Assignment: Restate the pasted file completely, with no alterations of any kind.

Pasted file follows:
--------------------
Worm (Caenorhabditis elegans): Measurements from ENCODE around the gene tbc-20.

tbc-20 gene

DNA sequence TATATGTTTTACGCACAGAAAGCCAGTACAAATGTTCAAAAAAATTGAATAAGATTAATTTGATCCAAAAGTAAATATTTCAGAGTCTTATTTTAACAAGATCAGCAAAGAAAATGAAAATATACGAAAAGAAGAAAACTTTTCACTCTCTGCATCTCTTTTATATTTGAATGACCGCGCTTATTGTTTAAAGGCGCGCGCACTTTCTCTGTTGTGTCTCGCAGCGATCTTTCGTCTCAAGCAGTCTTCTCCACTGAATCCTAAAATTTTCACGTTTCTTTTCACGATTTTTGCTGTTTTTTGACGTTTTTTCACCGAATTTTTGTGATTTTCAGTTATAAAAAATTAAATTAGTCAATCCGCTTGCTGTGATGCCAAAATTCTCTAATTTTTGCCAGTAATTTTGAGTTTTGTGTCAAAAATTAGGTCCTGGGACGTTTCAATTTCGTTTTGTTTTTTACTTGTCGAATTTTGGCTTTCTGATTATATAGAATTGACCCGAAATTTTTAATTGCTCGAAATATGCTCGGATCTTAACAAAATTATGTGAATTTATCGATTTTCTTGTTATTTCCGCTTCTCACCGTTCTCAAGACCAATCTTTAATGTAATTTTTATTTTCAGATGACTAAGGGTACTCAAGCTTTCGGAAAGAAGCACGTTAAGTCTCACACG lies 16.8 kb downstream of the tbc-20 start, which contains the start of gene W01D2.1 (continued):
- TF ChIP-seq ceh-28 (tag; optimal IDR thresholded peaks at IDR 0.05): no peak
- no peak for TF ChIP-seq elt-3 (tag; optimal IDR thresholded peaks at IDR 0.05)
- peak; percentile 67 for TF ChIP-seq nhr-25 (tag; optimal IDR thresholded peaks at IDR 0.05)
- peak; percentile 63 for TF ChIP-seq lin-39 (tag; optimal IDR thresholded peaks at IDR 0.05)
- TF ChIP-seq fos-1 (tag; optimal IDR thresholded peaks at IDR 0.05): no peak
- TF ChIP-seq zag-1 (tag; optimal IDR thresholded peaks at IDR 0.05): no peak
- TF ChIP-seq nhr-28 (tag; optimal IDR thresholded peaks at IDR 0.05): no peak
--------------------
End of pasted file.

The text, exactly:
Worm (Caenorhabditis elegans): Measurements from ENCODE around the gene tbc-20.

tbc-20 gene

DNA sequence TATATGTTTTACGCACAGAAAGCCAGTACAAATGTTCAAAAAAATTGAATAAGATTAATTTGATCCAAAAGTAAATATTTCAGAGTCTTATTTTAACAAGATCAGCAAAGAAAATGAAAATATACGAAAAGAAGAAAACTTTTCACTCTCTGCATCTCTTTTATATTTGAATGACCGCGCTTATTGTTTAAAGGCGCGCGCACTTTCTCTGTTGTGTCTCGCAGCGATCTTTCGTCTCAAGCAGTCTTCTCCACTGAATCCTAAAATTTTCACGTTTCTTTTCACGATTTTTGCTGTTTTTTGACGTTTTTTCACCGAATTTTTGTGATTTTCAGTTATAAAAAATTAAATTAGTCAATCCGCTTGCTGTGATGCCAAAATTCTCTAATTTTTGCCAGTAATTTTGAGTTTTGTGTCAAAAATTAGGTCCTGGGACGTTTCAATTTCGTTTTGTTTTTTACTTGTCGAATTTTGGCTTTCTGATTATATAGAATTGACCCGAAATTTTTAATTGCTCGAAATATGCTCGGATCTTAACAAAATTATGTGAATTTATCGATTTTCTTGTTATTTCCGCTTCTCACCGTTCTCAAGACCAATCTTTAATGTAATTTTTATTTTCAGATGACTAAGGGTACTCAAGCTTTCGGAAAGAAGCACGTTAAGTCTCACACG lies 16.8 kb downstream of the tbc-20 start, which contains the start of gene W01D2.1 (continued):
- TF ChIP-seq ceh-28 (tag; optimal IDR thresholded peaks at IDR 0.05): no peak
- no peak for TF ChIP-seq elt-3 (tag; optimal IDR thresholded peaks at IDR 0.05)
- peak; percentile 67 for TF ChIP-seq nhr-25 (tag; optimal IDR thresholded peaks at IDR 0.05)
- peak; percentile 63 for TF ChIP-seq lin-39 (tag; optimal IDR thresholded peaks at IDR 0.05)
- TF ChIP-seq fos-1 (tag; optimal IDR thresholded peaks at IDR 0.05): no peak
- TF ChIP-seq zag-1 (tag; optimal IDR thresholded peaks at IDR 0.05): no peak
- TF ChIP-seq nhr-28 (tag; optimal IDR thresholded peaks at IDR 0.05): no peak